Hyde Park Free Will Baptist Church v. Skye-Brynn Enters., 2019 Va. Cir. LEXIS 163 (City of Norfolk Cir. Ct. May 24, 2019)
On May 14, 2015, Hyde Park Free Will Baptist Church (“Hyde Park”) contracted with Skye-Brynn Enterprises, Inc. (“Skye-Brynn”) for Skye-Brynn to install a liquid roof membrane system on top of the existing church roof to repair the leaking roof. Around October 2015, Skye-Brynn informed Hyde Park that the roof was completed and Hyde Park paid Skye-Brynn the remainder of the contract price. However, some of the roof’s existing leaks were worse than before and some new leaks developed. Hyde Park notified Skye-Brynn of the leaks shortly after its completion of the roof work and provided Skye-Brynn with the opportunity to correct the roof leaks.
In 2017, more than 14 months later, Hyde Park consulted another roofing contractor, who informed Hyde Park that the roofing system was improperly installed. Hyde Park then contacted the manufacturer, who informed Hyde Park in 2017 and 2018 that there was no manufacturing defect in the roofing system, that evidence revealed improper application of the system, and that the manufacturer’s warranty excluded roof leaks due to improper application of the roofing system. On October 1, 2018, Hyde Park filed a complaint against Skye-Brynn, which alleged, in part, fraud in violation of the Virginia Consumer Protection Act (“VCPA”). Skye-Brynn filed a plea in bar to Hyde Park’s VCPA claim, asserting that the claim was barred by the statute of limitation.
The Court granted Skye-Brynn’s plea in bar because it found that Hyde Park discovered, or reasonably should have discovered, that Skye-Brynn might have been responsible for the faulty roof repairs more than two years prior to filing its complaint and, therefore, Hyde Park’s VCPA claim was statutorily barred. The VCPA provides that an action must be commenced within 2 years after accrual. As a general rule, a VCPA cause of action accrues when the fraud, mistake, misrepresentation, deception, or undue influence is discovered or, by the exercise of due diligence, reasonably should have been discovered. Hyde Park admitted it knew the roof was not properly repaired shortly after completion of the work by Skye-Brynn in October of 2015 and shortly thereafter contacted Skye-Brynn to correct the work, which suggest that Hyde Park had reason to suspect that Skye-Brynn had not installed the roofing system in a workmanlike manner.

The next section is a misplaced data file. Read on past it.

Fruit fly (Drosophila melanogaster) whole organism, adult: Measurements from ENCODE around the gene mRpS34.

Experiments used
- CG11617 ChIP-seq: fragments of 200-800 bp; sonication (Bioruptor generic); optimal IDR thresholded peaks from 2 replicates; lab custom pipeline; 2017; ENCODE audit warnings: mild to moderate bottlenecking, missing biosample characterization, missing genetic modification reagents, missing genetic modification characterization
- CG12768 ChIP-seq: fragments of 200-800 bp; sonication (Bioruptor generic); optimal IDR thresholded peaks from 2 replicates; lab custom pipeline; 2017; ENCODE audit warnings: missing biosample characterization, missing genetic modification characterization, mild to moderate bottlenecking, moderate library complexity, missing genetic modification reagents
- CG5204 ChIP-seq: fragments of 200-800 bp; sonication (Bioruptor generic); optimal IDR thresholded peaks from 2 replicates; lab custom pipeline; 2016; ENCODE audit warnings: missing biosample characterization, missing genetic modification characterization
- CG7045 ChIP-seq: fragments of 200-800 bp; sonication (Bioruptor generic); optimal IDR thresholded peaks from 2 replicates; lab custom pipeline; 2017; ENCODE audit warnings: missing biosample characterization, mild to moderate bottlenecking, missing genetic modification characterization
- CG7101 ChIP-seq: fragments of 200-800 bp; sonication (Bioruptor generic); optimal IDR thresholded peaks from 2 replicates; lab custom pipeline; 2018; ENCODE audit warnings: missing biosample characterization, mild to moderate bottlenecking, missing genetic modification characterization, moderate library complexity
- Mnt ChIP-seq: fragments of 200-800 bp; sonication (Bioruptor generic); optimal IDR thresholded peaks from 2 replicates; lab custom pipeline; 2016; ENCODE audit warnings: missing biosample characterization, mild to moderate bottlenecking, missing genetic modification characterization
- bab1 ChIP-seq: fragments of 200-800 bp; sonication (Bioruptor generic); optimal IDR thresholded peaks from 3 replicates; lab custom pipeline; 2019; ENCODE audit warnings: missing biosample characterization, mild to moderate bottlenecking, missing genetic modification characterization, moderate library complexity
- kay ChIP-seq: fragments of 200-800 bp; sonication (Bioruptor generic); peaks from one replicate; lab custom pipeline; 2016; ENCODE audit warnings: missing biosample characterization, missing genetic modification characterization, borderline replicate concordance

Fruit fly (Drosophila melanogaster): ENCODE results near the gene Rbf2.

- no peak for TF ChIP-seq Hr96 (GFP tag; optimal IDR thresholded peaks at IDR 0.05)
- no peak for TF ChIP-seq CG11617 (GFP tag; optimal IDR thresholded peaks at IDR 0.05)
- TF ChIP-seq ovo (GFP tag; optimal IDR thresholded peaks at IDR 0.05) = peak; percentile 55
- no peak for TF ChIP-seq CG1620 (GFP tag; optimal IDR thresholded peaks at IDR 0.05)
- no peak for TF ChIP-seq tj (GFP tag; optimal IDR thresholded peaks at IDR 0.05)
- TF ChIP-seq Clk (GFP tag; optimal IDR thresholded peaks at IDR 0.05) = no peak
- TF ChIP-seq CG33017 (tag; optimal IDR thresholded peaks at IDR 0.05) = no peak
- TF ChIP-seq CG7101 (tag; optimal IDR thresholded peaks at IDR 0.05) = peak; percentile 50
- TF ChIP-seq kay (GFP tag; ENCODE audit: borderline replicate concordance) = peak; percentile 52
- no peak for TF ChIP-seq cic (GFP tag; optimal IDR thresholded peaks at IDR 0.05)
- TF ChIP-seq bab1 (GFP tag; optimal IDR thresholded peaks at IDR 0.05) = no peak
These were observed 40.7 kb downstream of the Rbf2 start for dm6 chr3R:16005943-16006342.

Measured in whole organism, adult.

The manufacturer’s determination two years later is immaterial because a VCPA claim begins to run from when the plaintiff discovers the existence of a claim, not when the exact cause of injury is determined. Even if the statute of limitations on Hyde Park’s VCPA claim did not begin to run shortly after Skye-Brynn completed the roof work, the burden was on Hyde Park to show that it acted with due diligence and yet did not discover the fraud or mistake until within the statutory period of limitation immediately preceding the commencement of the action. Hyde Park did not meet its burden because it waited 14 months to contact another roofing contractor and even longer to contact the manufacturer despite knowing about the leaks shortly after Skye-Brynn claimed to have completed the roof.